Music

Jeanne Lamon, violinist and former Tafelmusik director, dead at 71

Under more than 3 decades of her musical leadership, Tafelmusik became 'one of the world’s top baroque orchestras.'

Under more than 3 decades of her leadership, Tafelmusik became 'one of the world’s top baroque orchestras'

Jeanne Lamon received the Canada Council for the Arts' Molson Prize in 1999 and the Toronto Arts Council's Muriel Sherrin Award in 1997. (Tafelmusik Baroque Orchestra/Facebook)

Violinist Jeanne Lamon, who led Toronto's famed Tafelmusik Baroque Orchestra for more than three decades and served as its music director emerita since 2014, died from cancer in Victoria, B.C., on June 20 at the age of 71.

"Lamon's inspired leadership, passionate dedication to artist training, and commitment to the values of collaboration, inclusion, and artistic excellence shaped Tafelmusik over the course of her remarkable 33-year tenure from 1981 to 2014," read a statement issued by Tafelmusik, announcing Lamon's death. "Under Lamon's guidance, Tafelmusik built an enviable reputation as 'one of the world's top baroque orchestras' (Gramophone), growing from its modest beginnings to the cutting-edge period ensemble it is today under her successor, music director Elisa Citterio."

Patrick Jordan, a violist with Tafelmusik since 1993, told CBC Music that "Jeanne's devotion to Tafelmusik and 'all-in' commitment is rightly legendary. She was one of the best leaders I have had the pleasure of knowing. She had an incredible set of skills to keep disparate groups and individuals all on one side of a rock, pushing in the same direction. That balancing act was also evident in her musicianship, as she certainly had her strong ideas and commitments, and she knew how and when to end a discussion, but she left enough room for others in the orchestra to feel that they were making a real contribution."

Longtime Tafelmusik oboist John Abberger reflects fondly on Tafelmusik's 19-year tenure as ensemble in residence at the Klang und Raum Festival in Irsee, Germany. "Klang und Raum became a kind of magical retreat for us as an ensemble, and played, I think, a pivotal role in our development," he told CBC Music. "In late August, fresh from our summer vacation, we would gather at the cloister in Irsee, built at the turn of the 18th century. For an exhilarating week, freed from the distractions of our daily lives, we played the most glorious music, mostly of Mozart, Haydn and Beethoven, in a building that was already nearly 100 years old when much of it was written. Many factors came together to make this formative experience a reality for Tafelmusik, but the largest by far was Jeanne's devotion to our musical development as an orchestra. And she was pleased to share the leadership in partnership with Bruno Weil as we explored the riches of late 18th-century music, and expanded our musical horizons as an orchestra."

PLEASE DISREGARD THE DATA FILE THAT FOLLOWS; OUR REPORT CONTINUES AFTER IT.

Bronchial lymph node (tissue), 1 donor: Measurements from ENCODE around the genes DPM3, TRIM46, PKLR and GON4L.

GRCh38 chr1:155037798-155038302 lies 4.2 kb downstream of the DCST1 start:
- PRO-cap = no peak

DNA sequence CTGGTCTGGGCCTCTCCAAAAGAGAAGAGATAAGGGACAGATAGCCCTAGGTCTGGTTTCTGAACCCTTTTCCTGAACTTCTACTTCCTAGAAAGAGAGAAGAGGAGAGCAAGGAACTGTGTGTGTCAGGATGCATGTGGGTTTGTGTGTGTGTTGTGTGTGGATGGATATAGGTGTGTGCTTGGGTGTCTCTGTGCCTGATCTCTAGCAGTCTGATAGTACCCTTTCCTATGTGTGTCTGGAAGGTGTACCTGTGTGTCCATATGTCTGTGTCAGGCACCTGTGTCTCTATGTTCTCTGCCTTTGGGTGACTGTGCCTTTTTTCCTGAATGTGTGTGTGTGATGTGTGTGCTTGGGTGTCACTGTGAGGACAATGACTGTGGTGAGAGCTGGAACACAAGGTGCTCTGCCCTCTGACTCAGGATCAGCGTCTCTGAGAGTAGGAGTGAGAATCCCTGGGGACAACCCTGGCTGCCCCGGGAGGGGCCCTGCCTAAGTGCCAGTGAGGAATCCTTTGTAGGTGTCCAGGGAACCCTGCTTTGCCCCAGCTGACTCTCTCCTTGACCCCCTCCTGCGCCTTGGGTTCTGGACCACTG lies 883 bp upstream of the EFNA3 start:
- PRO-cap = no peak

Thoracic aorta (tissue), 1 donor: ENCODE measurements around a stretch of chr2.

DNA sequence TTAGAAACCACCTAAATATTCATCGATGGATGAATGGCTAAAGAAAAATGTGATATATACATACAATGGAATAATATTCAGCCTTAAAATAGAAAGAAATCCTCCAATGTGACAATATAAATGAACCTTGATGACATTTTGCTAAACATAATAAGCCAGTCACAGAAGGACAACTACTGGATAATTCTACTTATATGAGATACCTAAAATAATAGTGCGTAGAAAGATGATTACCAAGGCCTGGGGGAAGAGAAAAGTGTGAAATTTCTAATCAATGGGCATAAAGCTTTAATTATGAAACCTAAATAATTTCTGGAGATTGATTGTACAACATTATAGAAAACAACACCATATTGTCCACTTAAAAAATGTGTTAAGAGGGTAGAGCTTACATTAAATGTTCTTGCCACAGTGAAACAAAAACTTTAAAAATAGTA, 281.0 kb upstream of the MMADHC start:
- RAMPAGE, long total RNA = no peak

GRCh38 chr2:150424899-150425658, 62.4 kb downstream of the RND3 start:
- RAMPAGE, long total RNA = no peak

'Passionate, joyful, strong and full of life'

Those close to Lamon and the Tafelmusik organization had been prepared for the news of her death by an email statement from Tafelmusik violinist Julia Wedman on June 17, which was later shared publicly on social media.

"As many of you may have heard, our dear Tafelmusik music director emeritus, Jeanne Lamon, was diagnosed with cancer a few months ago and we just received news that she is now in her last days," Wedman wrote. "It is so difficult for us to believe that someone so passionate, joyful, strong and full of life could be leaving us too soon."

Tributes poured in on social media.

In 2000, Jeanne Lamon became a member of the Order of Canada, and in 2014, a member of the Order of Ontario. (Sian Richards)

"Jeanne was my first partner in concert and recording for many of Bach's great works," wrote countertenor Daniel Taylor, head of early music at the University of Toronto, on Facebook. "I love her so much. May the flights of angels sing her to her rest."

Tricia Baldwin, managing director of Tafelmusik from 2000 to 2014, also took to Facebook to express her gratitude for Lamon's many gifts: "Always sincere, always direct, always bold, always with deep-seated integrity on and off the stage, and always big-hearted. Jeanne has been an astonishing leader and musician who was always shooting for the stars with such conviction and energy and had this wonderful drive to get us all fearlessly leaping from mountaintop to mountaintop with the eye to the next substantial adventure."

Under Lamon's directorship, Tafelmusik achieved international acclaim, largely due to its dynamic performances of music from the 17th and 18th centuries, which have been preserved in a catalogue of more than 70 albums, as well as its ambitious multimedia projects (House of Dreams, the Galileo Project) with which it toured the world extensively.

"I think it's important that we, the performers, the creators of the concert experience, experiment with new formats and new ways of performing concerts, and new ways of having the audience participate, rather than always be the passive listener," Lamon reflected during a 2014 interview. "And I think the Galileo Project is a very good example of how we can change, as performers, the concert experience without compromising the quality of the music-making."

With Lamon, Tafelmusik won nine Juno Awards — 10 if you count their 2006 recording of  Beethoven's Symphonies No. 5 and six under the direction of Bruno Weil.